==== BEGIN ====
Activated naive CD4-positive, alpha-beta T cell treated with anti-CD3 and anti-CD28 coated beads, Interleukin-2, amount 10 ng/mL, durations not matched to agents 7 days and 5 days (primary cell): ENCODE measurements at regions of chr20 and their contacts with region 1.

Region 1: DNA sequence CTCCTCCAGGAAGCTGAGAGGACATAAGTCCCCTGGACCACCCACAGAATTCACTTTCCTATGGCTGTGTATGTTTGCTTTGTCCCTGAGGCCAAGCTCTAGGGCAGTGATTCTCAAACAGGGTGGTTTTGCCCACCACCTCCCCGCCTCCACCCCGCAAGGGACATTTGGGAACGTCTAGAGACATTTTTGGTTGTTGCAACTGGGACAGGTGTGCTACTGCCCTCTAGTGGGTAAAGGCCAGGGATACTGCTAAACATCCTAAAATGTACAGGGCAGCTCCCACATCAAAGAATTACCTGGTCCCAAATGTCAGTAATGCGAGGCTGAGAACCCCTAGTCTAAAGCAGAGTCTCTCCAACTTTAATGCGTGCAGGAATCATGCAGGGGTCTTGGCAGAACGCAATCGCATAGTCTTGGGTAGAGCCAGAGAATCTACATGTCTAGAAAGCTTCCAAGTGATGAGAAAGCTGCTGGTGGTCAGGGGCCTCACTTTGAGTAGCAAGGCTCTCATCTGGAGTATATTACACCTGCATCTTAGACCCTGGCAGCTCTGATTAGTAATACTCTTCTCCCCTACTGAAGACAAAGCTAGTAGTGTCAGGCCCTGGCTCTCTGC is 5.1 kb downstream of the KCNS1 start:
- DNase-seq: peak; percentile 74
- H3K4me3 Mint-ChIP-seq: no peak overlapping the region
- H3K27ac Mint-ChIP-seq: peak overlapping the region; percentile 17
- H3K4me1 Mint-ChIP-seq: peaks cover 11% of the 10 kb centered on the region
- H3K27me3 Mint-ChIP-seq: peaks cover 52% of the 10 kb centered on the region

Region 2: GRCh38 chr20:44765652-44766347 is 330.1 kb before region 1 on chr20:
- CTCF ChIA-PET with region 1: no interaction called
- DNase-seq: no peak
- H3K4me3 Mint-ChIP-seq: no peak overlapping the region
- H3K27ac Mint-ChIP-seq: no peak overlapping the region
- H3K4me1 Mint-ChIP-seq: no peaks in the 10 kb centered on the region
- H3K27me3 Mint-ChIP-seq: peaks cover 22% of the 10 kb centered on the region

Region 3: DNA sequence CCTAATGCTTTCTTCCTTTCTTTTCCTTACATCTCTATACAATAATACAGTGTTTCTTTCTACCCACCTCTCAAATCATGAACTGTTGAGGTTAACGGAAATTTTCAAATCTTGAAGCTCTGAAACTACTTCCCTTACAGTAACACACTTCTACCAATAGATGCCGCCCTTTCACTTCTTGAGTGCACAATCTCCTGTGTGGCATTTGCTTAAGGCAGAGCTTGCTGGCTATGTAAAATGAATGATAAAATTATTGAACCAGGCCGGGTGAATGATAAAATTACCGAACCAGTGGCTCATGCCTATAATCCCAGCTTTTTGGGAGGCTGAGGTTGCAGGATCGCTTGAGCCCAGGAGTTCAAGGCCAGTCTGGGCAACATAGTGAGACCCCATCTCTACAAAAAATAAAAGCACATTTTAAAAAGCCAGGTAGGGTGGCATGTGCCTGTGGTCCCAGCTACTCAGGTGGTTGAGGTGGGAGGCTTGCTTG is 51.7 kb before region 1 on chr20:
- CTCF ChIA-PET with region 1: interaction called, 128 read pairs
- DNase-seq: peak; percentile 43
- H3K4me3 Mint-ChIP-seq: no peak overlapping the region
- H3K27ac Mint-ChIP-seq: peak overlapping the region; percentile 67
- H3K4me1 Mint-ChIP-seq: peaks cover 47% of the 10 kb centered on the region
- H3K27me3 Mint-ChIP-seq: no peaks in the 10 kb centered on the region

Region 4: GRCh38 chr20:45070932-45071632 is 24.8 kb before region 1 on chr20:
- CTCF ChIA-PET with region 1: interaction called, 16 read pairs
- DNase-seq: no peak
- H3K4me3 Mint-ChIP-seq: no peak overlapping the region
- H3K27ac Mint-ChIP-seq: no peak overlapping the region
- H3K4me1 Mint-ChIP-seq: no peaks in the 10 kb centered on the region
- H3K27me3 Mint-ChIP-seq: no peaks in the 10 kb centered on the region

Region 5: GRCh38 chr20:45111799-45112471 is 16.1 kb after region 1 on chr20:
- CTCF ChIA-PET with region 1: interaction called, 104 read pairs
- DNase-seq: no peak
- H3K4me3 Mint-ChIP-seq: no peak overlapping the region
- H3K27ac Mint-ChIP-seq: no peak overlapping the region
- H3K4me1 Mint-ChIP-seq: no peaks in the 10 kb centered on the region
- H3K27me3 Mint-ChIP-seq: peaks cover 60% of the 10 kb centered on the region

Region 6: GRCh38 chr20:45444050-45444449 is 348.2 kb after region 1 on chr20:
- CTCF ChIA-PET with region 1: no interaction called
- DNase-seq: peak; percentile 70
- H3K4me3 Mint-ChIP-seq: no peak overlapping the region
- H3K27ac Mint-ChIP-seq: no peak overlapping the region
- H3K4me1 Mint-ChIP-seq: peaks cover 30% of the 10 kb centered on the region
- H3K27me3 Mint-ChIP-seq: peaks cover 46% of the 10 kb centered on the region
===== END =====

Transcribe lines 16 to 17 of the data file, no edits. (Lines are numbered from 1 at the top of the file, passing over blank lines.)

- CTCF ChIA-PET with region 1: interaction called, 128 read pairs
- DNase-seq: peak; percentile 43